Whisky Magazine Issue 99
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Jefferson Chasefinishes his look at Swedish crime fiction.
I'm concluding my tour of Scandinavian crime fiction with a look at a novel that should never have taken as long to get into English as it did. Klas Östergren's Gentlemen was published in Sweden in the early 1980s, but it took all the way until 2007 for an English translation to appear. The book was worth the wait. Östergren is like a mad marriage of Thomas Mann, Raymond Chandler and Truman Capote.
The narrator is an impoverished bohemian writer with the same name as the author, and his life takes a turn for the weird when he meets a chap named Henry Morgan: Henry selected a key and opened a door in the foyer. Then he disappeared behind a curtain and silence descended. The light went out, and I fumbled my way to the switch…Finally I heard a couple of doors opening and shutting behind the curtain and out stepped Henry Morgan with a half bottle full of Doctors whisky.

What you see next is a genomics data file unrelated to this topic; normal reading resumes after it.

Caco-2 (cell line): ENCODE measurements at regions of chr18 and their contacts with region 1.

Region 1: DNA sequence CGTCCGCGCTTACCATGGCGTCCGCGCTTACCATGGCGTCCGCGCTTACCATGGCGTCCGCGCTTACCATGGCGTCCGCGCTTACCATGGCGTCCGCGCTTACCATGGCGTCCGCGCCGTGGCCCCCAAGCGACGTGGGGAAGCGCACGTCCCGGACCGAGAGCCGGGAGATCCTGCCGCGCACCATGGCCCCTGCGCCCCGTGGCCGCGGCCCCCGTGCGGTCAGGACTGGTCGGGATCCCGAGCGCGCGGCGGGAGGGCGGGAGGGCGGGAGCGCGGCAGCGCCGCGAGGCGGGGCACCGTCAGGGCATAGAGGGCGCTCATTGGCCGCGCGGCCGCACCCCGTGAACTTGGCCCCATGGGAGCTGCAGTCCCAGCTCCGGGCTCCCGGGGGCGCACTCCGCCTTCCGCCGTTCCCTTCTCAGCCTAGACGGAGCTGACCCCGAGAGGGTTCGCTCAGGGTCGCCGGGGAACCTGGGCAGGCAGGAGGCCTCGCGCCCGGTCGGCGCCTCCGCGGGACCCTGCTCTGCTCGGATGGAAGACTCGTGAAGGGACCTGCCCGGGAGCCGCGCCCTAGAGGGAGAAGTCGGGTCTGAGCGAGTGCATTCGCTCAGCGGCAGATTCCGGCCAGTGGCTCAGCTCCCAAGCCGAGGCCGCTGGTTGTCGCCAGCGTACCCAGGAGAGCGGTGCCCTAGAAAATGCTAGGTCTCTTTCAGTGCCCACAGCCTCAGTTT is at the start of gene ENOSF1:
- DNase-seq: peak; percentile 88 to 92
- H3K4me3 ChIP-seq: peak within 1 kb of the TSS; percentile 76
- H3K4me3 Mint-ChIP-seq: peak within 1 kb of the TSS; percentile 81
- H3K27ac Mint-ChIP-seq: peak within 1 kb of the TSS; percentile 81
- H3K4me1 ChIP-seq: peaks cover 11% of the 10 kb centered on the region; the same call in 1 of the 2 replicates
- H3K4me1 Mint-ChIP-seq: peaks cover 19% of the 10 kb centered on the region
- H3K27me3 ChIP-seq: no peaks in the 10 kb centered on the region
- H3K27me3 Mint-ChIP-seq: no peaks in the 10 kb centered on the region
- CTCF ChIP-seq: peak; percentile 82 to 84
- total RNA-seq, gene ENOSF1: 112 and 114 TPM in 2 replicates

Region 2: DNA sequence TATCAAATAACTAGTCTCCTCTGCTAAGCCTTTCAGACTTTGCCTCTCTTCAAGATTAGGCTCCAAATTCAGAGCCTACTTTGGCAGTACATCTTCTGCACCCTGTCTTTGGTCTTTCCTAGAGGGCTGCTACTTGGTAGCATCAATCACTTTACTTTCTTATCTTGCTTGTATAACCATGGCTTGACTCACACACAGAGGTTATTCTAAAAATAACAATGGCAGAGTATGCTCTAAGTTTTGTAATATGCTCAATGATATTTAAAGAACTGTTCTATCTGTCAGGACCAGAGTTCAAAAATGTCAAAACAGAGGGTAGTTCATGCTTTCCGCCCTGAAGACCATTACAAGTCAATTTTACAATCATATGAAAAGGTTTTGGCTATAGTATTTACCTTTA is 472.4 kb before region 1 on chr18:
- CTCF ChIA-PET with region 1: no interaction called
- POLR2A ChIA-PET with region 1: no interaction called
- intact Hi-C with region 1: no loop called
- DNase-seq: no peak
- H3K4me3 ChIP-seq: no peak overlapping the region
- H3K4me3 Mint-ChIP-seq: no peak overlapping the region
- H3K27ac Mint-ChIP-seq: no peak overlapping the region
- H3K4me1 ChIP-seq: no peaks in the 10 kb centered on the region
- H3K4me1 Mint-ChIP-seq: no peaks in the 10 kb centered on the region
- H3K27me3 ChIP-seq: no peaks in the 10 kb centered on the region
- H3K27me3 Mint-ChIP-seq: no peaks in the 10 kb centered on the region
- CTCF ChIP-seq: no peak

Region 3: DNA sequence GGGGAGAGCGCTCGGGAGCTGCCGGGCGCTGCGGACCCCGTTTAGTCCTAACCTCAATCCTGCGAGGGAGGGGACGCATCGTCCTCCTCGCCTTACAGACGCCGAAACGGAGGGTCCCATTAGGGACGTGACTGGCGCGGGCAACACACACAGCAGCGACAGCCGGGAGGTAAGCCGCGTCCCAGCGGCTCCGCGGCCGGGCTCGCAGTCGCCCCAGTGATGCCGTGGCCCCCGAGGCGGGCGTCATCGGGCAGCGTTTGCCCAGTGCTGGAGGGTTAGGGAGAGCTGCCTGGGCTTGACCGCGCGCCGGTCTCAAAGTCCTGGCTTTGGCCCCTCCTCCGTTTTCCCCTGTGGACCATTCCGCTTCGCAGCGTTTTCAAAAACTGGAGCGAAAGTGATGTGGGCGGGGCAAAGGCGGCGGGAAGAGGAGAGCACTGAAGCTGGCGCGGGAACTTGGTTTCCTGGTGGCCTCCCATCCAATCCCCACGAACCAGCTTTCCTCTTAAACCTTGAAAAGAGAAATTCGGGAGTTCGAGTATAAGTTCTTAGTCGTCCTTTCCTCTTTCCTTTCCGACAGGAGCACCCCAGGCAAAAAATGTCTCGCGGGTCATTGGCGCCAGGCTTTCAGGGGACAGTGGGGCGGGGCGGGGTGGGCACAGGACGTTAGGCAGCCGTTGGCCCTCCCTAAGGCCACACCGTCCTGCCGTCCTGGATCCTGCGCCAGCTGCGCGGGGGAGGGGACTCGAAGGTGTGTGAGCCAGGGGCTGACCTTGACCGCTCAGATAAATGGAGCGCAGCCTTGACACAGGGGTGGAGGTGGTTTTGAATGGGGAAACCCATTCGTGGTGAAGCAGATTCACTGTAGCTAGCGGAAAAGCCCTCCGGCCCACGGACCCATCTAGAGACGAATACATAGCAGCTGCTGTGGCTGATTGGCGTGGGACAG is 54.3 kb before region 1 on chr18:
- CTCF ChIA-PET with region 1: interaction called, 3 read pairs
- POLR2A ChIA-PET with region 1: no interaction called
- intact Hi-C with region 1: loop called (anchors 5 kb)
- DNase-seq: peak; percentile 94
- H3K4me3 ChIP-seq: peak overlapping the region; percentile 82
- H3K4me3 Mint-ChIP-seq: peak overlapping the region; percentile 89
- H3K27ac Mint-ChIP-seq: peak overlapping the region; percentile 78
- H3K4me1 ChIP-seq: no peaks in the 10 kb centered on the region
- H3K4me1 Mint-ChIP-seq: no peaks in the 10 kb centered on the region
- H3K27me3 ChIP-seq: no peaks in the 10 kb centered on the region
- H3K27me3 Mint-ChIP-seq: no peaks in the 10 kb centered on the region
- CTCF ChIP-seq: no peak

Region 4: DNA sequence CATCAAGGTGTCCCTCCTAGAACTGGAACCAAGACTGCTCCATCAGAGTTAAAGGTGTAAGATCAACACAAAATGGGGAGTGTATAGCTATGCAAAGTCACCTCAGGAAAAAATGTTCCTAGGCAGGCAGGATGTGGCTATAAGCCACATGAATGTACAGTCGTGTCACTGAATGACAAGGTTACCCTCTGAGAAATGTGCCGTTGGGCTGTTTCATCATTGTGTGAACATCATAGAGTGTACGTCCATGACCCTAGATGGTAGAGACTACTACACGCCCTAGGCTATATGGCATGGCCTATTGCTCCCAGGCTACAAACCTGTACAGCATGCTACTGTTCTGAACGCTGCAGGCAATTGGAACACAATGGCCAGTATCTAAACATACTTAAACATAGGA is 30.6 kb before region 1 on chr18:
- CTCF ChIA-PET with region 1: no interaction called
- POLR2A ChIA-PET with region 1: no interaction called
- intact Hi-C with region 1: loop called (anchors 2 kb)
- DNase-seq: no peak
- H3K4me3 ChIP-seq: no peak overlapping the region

“It's nice when people trust you,” he muttered with satisfaction and opened the doors to the lift.
“Just don't ask any questions.” The two soon become flatmates and friends, although the narrator is never sure what's true and what's not about his new buddy.
Henry's back story, if genuine, is impressive. A gifted boxer and skilled jazz pianist, he begins an affair with the lover of a major industrialist, joins the army to distance himself from the destructive relationship, then defects and flits around Europe, including England: He spent a year over there, and I have no intention of recounting all t...